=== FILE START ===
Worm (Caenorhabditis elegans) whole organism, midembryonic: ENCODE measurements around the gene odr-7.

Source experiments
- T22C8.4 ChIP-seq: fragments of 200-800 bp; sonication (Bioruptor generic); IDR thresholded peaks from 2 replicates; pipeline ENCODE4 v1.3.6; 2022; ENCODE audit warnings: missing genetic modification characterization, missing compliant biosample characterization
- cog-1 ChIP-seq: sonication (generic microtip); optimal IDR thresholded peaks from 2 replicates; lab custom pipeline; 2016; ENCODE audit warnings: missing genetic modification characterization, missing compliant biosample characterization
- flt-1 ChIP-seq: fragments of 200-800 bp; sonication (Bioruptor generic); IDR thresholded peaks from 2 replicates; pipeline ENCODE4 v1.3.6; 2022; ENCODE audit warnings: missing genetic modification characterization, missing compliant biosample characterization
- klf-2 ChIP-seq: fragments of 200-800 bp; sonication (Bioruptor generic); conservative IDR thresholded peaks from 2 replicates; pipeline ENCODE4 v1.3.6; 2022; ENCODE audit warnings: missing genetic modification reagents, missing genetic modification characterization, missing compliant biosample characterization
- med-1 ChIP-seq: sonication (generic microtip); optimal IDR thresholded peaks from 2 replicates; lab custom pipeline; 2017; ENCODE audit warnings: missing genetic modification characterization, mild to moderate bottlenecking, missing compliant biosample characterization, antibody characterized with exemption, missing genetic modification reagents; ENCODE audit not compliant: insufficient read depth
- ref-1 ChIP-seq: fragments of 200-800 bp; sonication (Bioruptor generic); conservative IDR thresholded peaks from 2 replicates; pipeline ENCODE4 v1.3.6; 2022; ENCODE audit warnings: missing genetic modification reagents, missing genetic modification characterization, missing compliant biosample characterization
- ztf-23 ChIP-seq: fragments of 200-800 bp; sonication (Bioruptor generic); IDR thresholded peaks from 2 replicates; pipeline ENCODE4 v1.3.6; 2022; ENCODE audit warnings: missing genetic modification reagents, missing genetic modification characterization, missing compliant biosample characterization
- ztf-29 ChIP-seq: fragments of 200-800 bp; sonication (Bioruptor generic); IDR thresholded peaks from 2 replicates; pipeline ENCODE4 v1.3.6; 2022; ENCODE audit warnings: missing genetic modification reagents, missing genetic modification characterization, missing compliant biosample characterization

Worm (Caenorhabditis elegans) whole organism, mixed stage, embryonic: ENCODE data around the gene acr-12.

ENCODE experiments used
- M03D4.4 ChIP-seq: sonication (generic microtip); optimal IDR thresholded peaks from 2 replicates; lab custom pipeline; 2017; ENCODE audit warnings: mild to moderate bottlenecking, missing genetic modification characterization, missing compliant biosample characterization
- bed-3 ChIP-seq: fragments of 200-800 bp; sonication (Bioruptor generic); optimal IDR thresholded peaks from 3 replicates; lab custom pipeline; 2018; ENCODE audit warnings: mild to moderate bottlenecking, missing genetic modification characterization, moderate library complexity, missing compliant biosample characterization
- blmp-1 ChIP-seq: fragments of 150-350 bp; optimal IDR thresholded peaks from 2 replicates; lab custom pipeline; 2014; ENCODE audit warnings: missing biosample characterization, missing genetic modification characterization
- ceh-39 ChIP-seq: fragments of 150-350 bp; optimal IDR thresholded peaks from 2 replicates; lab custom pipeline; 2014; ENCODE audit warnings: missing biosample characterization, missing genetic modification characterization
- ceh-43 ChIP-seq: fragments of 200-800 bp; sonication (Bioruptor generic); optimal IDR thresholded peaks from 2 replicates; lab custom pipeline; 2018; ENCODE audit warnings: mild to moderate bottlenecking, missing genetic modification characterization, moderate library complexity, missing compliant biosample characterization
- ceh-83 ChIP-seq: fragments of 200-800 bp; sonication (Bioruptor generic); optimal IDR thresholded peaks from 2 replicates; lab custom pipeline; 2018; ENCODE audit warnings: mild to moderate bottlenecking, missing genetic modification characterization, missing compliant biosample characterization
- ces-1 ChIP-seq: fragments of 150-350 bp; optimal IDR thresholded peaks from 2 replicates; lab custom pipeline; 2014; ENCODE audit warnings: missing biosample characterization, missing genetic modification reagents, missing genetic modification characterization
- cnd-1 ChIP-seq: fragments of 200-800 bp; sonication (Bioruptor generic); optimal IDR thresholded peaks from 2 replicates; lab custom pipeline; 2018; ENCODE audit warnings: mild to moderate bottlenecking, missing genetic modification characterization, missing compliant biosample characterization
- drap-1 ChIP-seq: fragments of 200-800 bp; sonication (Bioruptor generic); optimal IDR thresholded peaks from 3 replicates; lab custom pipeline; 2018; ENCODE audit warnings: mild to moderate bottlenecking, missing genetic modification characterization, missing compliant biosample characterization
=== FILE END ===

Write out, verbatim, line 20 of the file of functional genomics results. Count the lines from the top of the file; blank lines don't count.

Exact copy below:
- cnd-1 ChIP-seq: fragments of 200-800 bp; sonication (Bioruptor generic); optimal IDR thresholded peaks from 2 replicates; lab custom pipeline; 2018; ENCODE audit warnings: mild to moderate bottlenecking, missing genetic modification characterization, missing compliant biosample characterization